While on a kayaking expedition on Macquarie harbour in March, SPRATS volunteer and WILDCARE Board member Sally Simco tied a foam buoy in a tree as a marker of a stash of marine debris gathered at Asbestos Point Beach, not far from Sarah Island.

 It was decided that a reward would be offered to whoever collected the buoy and returned it to Strahan during the Macquarie Harbour Marine Debris Clean-up, on 1st-5th April.

Sally returned in April to participate in the unprecedented, community environmental clean-up, co-ordinated by Cradle Coast NRM, as part of a WILDCARE SPRATS team. ( See previous post by Friends of Macquarie Harbour and Waterways.)  After a day retrieving debris from Birchs Beach, located between the mouth of the Gordon River and the entrance to Birchs Inlet, Sally called  into the spot marked by GPS co-ordinates to discover that the stash and buoy had disappeared.   Who had claimed the buoy?


Birchs Beach in the World Heritage area wouldn’t be a place that you think you would find a baby’s dummy, a plastic flowerpot and a $10 note!


Satisfied SPRATS volunteers Ingrid, Jenny, Michael and Graeme return to Strahan in a HUON Aquaculture fish-farm vessel skippered by Rob, after a day out collecting marine debris with Luke Kapitany, Community Engagement Officer for Tassal.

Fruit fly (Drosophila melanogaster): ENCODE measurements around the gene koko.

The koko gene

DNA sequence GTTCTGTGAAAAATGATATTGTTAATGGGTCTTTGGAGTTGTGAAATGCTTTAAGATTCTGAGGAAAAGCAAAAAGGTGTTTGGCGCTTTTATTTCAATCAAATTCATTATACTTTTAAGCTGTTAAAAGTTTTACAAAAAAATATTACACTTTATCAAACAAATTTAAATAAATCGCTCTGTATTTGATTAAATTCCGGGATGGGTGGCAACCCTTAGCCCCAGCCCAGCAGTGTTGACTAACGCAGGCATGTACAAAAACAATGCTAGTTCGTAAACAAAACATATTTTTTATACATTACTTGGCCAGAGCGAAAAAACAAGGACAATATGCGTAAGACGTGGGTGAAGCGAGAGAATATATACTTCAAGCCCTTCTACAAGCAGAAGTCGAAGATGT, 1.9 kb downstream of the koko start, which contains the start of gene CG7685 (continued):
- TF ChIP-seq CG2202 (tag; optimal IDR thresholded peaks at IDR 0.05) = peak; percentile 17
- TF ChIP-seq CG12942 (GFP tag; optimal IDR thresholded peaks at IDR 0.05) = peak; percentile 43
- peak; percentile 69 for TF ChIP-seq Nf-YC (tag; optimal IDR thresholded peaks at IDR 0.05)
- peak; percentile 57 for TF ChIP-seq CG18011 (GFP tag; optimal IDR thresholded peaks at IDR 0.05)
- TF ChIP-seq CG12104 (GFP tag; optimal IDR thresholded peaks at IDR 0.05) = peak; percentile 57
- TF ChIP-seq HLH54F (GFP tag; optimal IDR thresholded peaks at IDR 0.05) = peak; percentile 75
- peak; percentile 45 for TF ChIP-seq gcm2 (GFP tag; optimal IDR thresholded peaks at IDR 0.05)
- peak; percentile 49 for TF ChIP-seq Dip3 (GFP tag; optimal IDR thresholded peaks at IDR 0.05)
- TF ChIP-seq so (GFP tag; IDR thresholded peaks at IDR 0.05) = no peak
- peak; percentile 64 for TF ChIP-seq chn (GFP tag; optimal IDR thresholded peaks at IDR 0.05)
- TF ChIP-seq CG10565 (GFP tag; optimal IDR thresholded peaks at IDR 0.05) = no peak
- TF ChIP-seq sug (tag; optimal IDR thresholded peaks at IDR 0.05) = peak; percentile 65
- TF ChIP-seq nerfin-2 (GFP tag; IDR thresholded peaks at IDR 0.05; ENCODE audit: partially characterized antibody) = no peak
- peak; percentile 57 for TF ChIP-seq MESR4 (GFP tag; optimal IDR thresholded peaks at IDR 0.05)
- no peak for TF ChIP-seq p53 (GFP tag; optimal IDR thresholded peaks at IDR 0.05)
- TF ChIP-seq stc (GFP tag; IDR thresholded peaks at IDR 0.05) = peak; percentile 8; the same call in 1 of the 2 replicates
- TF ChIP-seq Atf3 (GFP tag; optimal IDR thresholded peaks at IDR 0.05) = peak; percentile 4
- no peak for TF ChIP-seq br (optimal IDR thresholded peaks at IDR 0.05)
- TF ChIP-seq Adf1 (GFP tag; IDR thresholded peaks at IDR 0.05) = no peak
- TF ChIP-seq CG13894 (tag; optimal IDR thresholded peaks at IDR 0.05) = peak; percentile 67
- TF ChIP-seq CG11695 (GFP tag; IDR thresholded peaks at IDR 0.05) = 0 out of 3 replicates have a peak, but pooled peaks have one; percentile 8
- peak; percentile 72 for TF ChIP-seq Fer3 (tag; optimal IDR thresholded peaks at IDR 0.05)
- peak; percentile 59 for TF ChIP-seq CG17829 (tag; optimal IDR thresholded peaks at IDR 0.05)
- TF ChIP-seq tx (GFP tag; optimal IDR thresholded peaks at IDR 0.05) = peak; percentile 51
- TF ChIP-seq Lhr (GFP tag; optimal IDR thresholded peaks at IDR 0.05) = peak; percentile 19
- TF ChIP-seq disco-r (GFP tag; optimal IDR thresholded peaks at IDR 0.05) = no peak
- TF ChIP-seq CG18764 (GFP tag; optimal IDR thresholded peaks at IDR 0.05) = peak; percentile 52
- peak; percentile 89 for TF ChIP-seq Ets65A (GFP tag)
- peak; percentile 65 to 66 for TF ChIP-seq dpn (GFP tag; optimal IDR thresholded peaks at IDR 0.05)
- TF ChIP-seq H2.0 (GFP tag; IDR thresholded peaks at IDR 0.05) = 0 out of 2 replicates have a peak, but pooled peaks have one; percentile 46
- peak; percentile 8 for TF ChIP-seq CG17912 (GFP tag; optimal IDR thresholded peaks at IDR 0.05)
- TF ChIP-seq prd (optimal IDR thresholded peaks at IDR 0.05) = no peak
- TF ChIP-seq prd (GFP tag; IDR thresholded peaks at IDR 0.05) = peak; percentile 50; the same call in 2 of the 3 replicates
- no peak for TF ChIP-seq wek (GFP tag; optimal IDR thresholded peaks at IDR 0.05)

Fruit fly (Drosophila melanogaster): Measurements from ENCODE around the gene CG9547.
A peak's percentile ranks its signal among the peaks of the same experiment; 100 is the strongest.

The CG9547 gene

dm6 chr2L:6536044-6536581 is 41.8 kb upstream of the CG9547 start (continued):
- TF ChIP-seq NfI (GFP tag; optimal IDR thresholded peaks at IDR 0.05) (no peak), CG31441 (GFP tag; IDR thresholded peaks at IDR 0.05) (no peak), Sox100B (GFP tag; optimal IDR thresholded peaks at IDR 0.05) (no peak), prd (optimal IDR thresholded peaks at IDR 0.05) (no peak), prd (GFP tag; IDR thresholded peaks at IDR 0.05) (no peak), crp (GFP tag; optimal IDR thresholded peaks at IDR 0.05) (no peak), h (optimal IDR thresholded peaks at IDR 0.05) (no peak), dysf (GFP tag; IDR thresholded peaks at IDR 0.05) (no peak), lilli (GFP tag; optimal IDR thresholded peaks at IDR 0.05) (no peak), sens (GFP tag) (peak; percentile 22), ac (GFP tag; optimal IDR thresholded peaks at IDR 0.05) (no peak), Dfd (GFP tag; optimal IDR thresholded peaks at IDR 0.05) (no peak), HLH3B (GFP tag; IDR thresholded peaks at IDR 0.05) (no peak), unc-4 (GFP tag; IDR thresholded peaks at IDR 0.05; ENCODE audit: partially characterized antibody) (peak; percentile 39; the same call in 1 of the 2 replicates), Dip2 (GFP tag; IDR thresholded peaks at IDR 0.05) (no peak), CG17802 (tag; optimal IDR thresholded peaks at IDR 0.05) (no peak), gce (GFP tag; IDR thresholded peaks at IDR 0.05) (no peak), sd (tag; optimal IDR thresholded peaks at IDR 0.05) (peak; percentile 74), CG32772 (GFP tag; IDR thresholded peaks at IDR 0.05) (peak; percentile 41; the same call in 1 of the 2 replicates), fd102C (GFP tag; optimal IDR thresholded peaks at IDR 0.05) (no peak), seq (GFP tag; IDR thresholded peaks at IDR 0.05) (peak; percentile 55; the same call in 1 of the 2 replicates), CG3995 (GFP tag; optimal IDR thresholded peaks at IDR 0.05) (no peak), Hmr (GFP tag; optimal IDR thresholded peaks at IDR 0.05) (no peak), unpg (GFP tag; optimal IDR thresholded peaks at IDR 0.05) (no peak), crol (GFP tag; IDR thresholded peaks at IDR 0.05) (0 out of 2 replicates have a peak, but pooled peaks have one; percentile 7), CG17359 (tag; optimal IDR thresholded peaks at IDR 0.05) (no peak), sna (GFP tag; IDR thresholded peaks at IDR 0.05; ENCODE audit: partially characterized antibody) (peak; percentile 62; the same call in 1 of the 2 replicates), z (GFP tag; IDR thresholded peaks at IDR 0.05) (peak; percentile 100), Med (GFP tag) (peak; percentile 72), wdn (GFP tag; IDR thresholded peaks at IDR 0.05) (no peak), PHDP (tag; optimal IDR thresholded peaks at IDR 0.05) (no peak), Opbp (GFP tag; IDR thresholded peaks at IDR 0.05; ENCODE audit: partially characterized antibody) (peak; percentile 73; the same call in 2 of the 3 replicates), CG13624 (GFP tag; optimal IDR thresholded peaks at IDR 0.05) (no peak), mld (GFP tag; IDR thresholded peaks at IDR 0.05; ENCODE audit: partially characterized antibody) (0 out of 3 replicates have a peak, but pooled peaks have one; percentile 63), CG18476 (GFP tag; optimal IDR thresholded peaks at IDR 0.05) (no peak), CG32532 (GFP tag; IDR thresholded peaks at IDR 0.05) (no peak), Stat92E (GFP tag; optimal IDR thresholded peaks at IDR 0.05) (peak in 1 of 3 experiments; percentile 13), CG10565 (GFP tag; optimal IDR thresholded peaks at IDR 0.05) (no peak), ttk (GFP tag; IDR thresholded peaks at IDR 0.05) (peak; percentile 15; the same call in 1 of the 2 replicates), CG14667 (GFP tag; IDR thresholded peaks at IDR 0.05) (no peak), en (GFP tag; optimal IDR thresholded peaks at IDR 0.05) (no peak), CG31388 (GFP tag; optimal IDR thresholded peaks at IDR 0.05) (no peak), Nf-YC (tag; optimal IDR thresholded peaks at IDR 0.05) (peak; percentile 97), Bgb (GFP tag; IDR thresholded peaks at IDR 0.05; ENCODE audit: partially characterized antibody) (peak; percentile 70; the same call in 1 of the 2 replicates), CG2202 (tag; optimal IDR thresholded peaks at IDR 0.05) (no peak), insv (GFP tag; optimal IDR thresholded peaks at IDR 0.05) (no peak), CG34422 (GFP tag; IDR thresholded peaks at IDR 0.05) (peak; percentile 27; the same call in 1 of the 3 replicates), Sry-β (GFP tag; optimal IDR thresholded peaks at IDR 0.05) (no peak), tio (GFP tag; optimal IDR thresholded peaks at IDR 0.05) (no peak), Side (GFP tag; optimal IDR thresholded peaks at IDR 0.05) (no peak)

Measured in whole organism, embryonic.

WILDCARE and Conservation Volunteers Australia spent hours sorting the collected items and recording data for a CSIRO survey to provide base-line information for future clean-ups…….700 plastic bottles,700 cans,540 glass bottles and over 5000 pieces of rope, with larger items such as polypipe, fire extinguishers, buoys, engine covers, picnic tables, a car and a tv…. were just some of the items.




Jenny and Michael sorting a collection of debris collected from King River Delta,

including some historical items over 50 years old.




WILDCARE volunteer Jenny and PWS Graduate Ranger Rhys Wilson boating up the King River in a zodiac full of rubbish.


Sally collecting rubbish at Ocean Beach on a rare calm day. Apart from 2 car bodies most rubbish consisted of small fragments of shredded rope and plastic.

And the buoy?

It was found nestled in amongst the piles of orange rubbish bags back at the Strahan wharf. A member of one of the fish farm dive-teams was responsible for bringing it in.

His reward?

Great satisfaction in seeing the 54 cubic metres of debris no longer posing a threat to the environment and wildlife of Macquarie Harbour.